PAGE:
It’s impossible to say when exactly humans began enjoying performing arts or when the first stage was erected, but the first permanent theater was in Ancient Greece.
The outdoor Theater of Dionysus dates all the way back to the 6th century B.C., and while best known as a home for performances, it was also a site of religious significance.
In Ancient Greece, Dionysus (known as Bacchus to Romans) was the god of a good time – wine, fertility, festivity, ecstasy, fruitfulness, theater and abandon. He was in charge of revelry, of celebration, but make no mistake, this was a serious matter.
It is therefore unsurprising that Ancient Greece’s pre-eminent theater was named after Dionysus, and that the plays, festivals and performances it hosted were originally of spiritual significance. As the art form developed with the theater itself, it also became the birthplace and home of the Greek tragedy, displaying the works of famous early tragedians like Sophocles, Euripides, Aeschylus and Aristophanes.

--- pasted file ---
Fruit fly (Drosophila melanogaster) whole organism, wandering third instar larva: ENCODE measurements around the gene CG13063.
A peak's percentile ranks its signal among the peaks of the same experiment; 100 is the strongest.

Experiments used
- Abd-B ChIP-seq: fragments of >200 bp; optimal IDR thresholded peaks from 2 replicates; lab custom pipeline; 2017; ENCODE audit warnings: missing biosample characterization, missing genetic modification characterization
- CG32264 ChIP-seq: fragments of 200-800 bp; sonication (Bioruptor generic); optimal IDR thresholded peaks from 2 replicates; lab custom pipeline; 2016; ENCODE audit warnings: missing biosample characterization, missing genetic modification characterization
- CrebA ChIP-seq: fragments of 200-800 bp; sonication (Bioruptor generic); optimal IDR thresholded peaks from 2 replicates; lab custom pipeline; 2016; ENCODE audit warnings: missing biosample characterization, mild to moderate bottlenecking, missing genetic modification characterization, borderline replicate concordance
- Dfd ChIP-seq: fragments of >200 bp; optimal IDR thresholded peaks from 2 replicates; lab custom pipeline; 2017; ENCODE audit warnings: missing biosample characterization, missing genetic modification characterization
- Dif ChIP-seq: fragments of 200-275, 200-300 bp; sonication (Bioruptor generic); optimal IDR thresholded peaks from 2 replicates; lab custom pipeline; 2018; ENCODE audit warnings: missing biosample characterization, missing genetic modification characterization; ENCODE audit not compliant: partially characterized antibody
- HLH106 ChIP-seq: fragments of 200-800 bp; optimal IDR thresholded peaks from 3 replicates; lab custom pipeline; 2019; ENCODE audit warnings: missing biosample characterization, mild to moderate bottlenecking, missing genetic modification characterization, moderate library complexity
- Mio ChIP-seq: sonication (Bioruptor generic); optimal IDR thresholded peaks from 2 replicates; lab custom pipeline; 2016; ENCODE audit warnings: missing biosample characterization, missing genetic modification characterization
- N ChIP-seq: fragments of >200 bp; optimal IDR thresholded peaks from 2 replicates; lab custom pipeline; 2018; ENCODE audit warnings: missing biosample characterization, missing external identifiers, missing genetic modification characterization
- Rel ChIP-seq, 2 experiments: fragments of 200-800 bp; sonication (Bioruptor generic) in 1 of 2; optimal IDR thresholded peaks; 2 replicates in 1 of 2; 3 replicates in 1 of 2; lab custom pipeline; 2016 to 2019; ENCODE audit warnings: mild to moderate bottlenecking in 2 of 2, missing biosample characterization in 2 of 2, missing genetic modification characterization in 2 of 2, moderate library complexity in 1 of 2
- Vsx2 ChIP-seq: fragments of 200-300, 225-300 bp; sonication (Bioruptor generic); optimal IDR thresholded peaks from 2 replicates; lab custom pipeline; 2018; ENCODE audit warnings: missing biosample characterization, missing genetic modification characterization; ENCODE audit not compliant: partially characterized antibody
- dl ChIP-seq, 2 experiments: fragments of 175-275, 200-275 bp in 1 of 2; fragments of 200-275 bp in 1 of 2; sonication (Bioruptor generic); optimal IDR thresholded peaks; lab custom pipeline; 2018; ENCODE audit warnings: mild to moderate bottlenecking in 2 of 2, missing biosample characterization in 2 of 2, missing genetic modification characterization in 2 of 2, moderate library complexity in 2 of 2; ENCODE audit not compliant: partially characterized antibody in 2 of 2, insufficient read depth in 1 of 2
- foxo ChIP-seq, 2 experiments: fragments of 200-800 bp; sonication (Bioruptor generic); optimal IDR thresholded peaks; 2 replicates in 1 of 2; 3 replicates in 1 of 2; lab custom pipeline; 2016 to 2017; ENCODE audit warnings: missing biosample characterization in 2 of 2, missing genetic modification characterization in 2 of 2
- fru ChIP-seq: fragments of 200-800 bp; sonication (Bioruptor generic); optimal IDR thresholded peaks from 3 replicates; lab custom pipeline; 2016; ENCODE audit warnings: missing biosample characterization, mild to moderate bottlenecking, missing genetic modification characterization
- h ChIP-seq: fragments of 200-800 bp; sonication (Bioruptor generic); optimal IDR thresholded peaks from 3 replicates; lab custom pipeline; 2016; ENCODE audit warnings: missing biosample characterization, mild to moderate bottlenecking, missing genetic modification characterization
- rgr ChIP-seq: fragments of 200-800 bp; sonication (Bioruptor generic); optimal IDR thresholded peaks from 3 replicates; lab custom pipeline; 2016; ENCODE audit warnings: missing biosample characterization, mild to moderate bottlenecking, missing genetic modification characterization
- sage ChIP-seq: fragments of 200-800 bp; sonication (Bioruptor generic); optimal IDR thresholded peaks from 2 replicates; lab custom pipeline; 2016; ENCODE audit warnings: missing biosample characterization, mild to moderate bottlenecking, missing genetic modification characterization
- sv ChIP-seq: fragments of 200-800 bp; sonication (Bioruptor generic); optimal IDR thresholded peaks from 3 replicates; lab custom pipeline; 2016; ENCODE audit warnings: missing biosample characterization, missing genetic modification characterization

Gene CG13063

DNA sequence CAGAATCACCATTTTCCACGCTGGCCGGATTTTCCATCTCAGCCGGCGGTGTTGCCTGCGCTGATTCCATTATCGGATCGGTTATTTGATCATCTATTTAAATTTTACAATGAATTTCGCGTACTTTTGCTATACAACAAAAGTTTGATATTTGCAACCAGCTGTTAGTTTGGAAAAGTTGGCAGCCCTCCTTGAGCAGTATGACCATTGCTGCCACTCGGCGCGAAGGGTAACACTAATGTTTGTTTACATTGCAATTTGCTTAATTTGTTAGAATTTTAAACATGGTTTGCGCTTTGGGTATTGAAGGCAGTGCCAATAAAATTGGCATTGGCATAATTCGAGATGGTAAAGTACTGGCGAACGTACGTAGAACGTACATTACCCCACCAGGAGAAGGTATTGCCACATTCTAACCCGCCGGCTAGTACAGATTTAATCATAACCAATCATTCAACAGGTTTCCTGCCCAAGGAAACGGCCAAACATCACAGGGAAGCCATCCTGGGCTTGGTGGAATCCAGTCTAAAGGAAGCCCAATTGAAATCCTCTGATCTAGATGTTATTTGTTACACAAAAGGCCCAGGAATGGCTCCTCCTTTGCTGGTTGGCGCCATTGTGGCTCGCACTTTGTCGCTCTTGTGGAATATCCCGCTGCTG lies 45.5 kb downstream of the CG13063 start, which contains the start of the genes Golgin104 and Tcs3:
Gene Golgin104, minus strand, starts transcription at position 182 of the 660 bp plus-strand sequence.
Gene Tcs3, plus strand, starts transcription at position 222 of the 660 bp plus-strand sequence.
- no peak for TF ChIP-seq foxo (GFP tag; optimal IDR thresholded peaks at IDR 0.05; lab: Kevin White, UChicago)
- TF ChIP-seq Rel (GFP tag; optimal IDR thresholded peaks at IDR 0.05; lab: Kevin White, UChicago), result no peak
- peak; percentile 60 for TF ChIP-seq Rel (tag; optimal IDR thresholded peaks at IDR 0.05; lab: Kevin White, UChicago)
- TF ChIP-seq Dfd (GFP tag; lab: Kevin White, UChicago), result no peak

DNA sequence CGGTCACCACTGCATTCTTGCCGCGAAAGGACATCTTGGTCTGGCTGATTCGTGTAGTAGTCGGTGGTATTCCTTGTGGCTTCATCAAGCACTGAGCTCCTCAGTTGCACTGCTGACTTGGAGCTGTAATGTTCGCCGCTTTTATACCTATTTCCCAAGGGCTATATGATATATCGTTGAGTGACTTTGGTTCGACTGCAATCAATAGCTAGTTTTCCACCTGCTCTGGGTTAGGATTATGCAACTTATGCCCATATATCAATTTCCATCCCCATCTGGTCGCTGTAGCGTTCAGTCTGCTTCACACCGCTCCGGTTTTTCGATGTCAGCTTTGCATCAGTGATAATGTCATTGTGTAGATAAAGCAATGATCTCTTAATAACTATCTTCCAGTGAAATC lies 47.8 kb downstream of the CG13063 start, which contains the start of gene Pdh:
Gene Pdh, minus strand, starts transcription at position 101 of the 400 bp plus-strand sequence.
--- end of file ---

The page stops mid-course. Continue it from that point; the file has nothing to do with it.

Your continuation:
Nowadays, it is a world-renowned tourist attraction, sitting in the shadow of the Acropolis, but it was not always this way. The theater fell into disrepair around the 4th century AD, and by the time the Byzantine Empire ruled over Athens, the theater was largely destroyed.
It was not, in fact, until 1765 that the Theater of Dionysus was rediscovered, and not until the 19th century that archaeologists excavated the site, with it then undergoing significant restoration so we have a better understanding of the the theater now.
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By the mid-14th century, the theater could hold up to 17,000 people with inclined rows of seating staggered away from the stage, rising with the Acropolis hill. These seats were originally made from wood, however during the Hellenistic period marble thrones and seating were added. When the Romans took control of the area, a second stage was constructed and the seating expanded further.
While a sight of spiritual and cultural significance, the architectural influence of the Theater of Dionysus is evident throughout the structures that followed. It served as a prototype of theaters, the first home and the pinnacle setting of classical Greek plays, and one that was replicated throughout Greek and Roman society in the buildings that followed.
It might not be as preserved or famous as other ruins within a few hundred feet, given its central location, but the Theater of Dionysus is one of the most important cultural sites in the world.